Indians question Pakistani troops pullback

 

India cast doubt yesterday on Pakistan's announcement that it was partially pulling back troops from the Kashmir Line of Control (LOC), saying it was difficult to withdraw from such terrain at short notice.

The Defence Minister, Mr George Fernandes, said India could not respond to Pakistan's initiative, which came hours after India extended its unilateral ceasefire in Kashmir by another month, until it was clear what it meant.

"We can't believe that it is possible for any army to start pulling out in such a short time", Mr Fernandes said.

Pakistan said on Wednesday that as a follow-up to a pledge on December 2nd to exercise maximum restraint on the LOC, where troops from both sides have exchanged fire for years, it would withdraw part of its forces deployed there.

Pakistan said the withdrawal had already begun and troops had started moving towards army cantonments. It urged India to begin a similar withdrawal from the region.

Earlier on Wednesday the Indian Prime Minister, Mr Atal Behari Vajpayee, ordered an extension of a three-week-old unilateral ceasefire in Jammu and Kashmir for another month.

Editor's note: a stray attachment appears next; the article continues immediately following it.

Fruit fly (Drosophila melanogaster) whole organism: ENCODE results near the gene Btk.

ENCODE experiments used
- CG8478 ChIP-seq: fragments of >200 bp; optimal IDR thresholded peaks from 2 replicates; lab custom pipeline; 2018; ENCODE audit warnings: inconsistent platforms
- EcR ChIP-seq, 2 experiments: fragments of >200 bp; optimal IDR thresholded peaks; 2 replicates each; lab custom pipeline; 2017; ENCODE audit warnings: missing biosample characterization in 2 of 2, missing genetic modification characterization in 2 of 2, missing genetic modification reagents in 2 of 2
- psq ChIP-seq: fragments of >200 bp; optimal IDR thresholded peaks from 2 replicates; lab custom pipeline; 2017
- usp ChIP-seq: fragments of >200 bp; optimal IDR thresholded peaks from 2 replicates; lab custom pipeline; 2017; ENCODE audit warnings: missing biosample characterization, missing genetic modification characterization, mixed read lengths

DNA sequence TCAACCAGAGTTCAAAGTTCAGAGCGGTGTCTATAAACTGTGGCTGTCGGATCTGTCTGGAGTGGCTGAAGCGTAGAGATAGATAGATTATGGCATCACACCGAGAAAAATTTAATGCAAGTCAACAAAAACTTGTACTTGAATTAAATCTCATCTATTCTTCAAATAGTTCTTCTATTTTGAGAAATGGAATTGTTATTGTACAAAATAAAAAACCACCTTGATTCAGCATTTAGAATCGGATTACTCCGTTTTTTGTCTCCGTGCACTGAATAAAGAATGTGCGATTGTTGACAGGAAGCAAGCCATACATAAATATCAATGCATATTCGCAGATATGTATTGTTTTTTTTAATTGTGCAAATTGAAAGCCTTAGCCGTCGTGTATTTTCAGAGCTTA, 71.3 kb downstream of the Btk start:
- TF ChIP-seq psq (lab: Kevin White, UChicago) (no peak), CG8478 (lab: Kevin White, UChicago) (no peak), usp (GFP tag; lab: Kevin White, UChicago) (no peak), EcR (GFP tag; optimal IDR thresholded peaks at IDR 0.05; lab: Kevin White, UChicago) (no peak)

Troops are in eyeball-to-eyeball confrontation at several points along the 720 km control line separating Indian and Pakistani-controlled regions of Kashmir. The line begins in Pallanwalla sector in southern Kashmir and snakes its way up to the remote Siachen glacier.

"The LOC runs across mountains and peaks. You can't bring helicopters and buses to take people out to the cantonments. So we want to understand from Pakistan the meaning of its statement", Mr Fernandes said.

A Foreign Ministry spokesman, Mr Raminder Singh Jassal, said India would welcome a "real de-escalation" of tension at the Kashmir frontier, where Indian troops were deployed because of the threat the country faced from across the border. Indian forces were in Kashmir "in response to the threat we face of encouragement, abetment and incitement of terrorism in Jammu and Kashmir", he said.